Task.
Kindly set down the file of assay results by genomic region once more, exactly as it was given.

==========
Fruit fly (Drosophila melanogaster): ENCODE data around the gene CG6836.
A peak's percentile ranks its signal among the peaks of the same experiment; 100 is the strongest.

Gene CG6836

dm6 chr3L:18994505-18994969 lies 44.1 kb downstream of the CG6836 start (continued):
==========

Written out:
Fruit fly (Drosophila melanogaster): ENCODE data around the gene CG6836.
A peak's percentile ranks its signal among the peaks of the same experiment; 100 is the strongest.

Gene CG6836

dm6 chr3L:18994505-18994969 lies 44.1 kb downstream of the CG6836 start (continued):